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Day-trippers

Salem and Marblehead: A trip back in time

PRESERVING THE PAST 
Salem 


|  Trolley tours are popular.

John Blanding/Globe Staff

PRESERVING THE PAST Salem | Trolley tours are popular.

The trolley bell rings as the old-fashioned bus rolls over cobblestones on Essex Street in Salem.

Sea spray and patriotism fill Old Town in Marblehead, where the harbor and history are never far apart.

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“It’s so pretty here,” Etana Matatia, 19, of Stow, said as waves rushed over rocks at a small cove near the head of the town’s historic harbor.

Her mother, Susan, said she had always wanted to visit Marblehead. They poked around shops in Old Town. They stopped for an ice cream. Mostly, they enjoyed sweeping ocean views.

“It’s just such a perfect day,” Susan said, pausing after a photo by the blue, sparkling sea.

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A day trip to Marblehead or Salem is like a trip back in time.

The grand homes of wealthy sea captains line their wide and winding streets. They’ve got their own candy and cookies dating to Colonial times.

Salem ships never left port without a supply of rock-hard Gibraltar candy, a modern-day version of which is sold at Ye Old Pepper Candy Companie (122 Derby St., 978-745-2744, peppercandy.net).

Marblehead fishermen took batches of ginger cookies called Joe Froggers on their long journeys.

Each community has cemeteries with headstones carved out of 17th-century stone, The Old Burying Point (Charter Street, www.salemweb.com) in Salem and the Old Burial Hill in Marblehead (enter at Orne Street, www.oldburialhill.org).

They’ve got famous paintings (the Spirit of ’76 at Abbot Hall in Marblehead, 188 Washington St., 781-631-0528) and just about everything in Salem’s Peabody Essex Museum (161 Essex St., 978-745-9500, www.pem.org).

For a visitor, there seems to be something to learn at every turn.

“I didn’t know Nathaniel Hawthorne was from here,” said Helen Shaw, 26, a visitor from New Zealand, as she walked along the Essex Street mall in Salem.

Her friend, Kylie McKeown, included a day trip to Salem as a stop on their two-month travel itinerary.

“I’ve always been interested in Salem, “said McKeown, 28, who lives in Australia. “I sort of had a morbid curiosity about all the witch history.”

But she didn’t find anything morbid about the Witch City. “So far, it’s cute,” McKeown said as she made her way up Essex Street to the Witch House (310½ Essex St., 978-744-8815, www.witchhouse.info).

In Marblehead, Ed Hennessey was happy to make a revolutionary discovery.

“Oh, that’s where the Spirit of ’76 is,” Hennessey said as he came upon Abbot Hall with his wife, Janet, and two grown children.

Hennessey, who lives in Thailand, drove for the day from Boston to visit a friend who lives in town.

They admired the Old Town House, built in 1727, where Marblehead patriots General John Glover (whose regiment rowed Washington over the Delaware) and Elbridge Gerry (who became the nation’s fifth vice president) joined others to plot the nation’s path to liberty.

Then the family trekked uphill to the “new” seat of government: Abbot Hall, built in 1876.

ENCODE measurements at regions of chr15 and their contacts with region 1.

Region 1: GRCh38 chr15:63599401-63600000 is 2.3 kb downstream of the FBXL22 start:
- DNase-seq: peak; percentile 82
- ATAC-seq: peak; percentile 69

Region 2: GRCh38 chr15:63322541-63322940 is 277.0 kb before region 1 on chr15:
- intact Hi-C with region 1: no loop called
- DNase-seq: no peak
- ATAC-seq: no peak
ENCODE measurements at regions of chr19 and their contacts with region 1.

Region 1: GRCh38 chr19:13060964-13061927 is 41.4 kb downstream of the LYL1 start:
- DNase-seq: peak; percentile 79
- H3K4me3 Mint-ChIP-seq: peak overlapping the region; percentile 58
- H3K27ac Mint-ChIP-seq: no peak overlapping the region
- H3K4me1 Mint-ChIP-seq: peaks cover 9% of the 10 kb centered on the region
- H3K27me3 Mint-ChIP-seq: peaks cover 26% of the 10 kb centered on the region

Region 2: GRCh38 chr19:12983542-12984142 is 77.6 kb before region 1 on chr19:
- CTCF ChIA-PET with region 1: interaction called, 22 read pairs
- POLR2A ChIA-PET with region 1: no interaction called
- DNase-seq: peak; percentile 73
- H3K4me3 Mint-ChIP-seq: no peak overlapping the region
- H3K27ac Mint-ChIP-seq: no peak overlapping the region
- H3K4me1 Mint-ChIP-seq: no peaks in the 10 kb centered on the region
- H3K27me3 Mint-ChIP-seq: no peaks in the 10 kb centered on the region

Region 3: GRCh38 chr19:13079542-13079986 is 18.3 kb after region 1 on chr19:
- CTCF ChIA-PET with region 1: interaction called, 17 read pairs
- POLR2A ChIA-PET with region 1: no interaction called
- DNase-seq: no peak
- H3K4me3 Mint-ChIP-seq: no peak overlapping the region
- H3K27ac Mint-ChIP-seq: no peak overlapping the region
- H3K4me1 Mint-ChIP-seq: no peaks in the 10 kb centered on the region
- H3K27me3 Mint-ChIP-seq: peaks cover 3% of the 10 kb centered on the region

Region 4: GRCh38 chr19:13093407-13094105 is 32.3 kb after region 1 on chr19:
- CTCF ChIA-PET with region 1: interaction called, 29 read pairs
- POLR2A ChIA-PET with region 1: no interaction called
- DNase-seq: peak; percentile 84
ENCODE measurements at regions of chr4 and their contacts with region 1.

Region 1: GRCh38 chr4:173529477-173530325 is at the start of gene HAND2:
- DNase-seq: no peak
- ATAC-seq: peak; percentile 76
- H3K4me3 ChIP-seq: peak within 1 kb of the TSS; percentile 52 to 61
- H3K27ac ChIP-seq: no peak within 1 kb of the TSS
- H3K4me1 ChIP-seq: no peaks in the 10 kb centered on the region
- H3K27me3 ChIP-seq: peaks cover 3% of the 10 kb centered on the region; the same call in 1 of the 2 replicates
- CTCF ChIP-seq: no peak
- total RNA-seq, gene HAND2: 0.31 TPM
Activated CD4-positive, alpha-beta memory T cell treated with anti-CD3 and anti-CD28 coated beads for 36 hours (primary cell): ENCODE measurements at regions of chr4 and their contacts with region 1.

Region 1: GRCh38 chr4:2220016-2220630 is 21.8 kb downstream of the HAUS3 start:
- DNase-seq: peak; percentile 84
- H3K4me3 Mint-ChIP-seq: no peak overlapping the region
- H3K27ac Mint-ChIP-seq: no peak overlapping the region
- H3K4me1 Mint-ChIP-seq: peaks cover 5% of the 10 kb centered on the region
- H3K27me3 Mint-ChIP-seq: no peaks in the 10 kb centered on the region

As her family headed inside to see the Spirit of ’76, Janet Hennessey said she appreciated the lush garden at the Jeremiah Lee Mansion (161 Washington St., 781-631-1069, www.marbleheadmuseum.org) and flowers blooming outside homes and shops.

Abbot Hall is a great spot to start a walking tour of old town. Head down the hill, and take time to pop into the Marblehead Museum and Historical Society (170 Washington St., 781-631-1768, www.marbleheadmuseum.org). Admission is free.

The colorful work of folk artist J.O.J. Frost, displayed in a second-floor gallery, recalls a time when Marblehead fishing schooners headed to the rich grounds of the Grand Banks.

It’s not too far a walk to the waterfront, where sailboats are tightly moored in Marblehead Harbor. A good view is from a bench at Crocker Park (Front Street, www.marblehead.org).

Just down the road, Fort Sewall (Fort Sewall Lane) offers equally stunning views of the harbor. But here you can also find a windowless dungeon and the bomb-proof headquarters of the Colonial-era military fort.

There’s lots more grand homes and local color to enjoy about town. (A sweet site: a tiny statue of a dalmation in a fire helmet, on Franklin Street.)

But if your feet are tired, head over to Salem. The National Park Service Visitor Center (2 New Liberty St., 978-740-1650, www.nps.gov) is a great place to plan your day.

The Salem Trolley (978-744-5469, salemtrolley.com) stops out front, and offers a one-hour tour that includes 14 stops at historic sites or attractions.

The cost is $15 per adult, $14 for senior citizens, and $5 for children ages 5 to 14. Children 5 or younger ride for free. Salem residents ride for free until Sept. 30.

The guided tour is full of history and local lore. The Salem Witch Trials Memorial (next to The Burying Point on Charter Street) pays tribute to 20 people executed in the hysteria of 1692. Dead Horse Beach at Salem Willows is said to be named for horses that perished in the Great Salem Fire of 1914.

“He gave a lot of information,” said Barbara Flynn of Connecticut. “I loved hearing all the history and the little tidbits” about Salem.

Flynn, a retired high school English teacher, said she’ll be back another time to visit The House of the Seven Gables (115 Derby St., 978-744-0991, 7gables.org).

“I taught ‘The Scarlett Letter,’ ” she said of Hawthorne’s famous romance novel. “I’d love to come back and learn more about his life here.”

Kathy McCabe can be reached at katherine.mccabe@ globe.com. Follow her on Twitter @GlobeKMcCabe.
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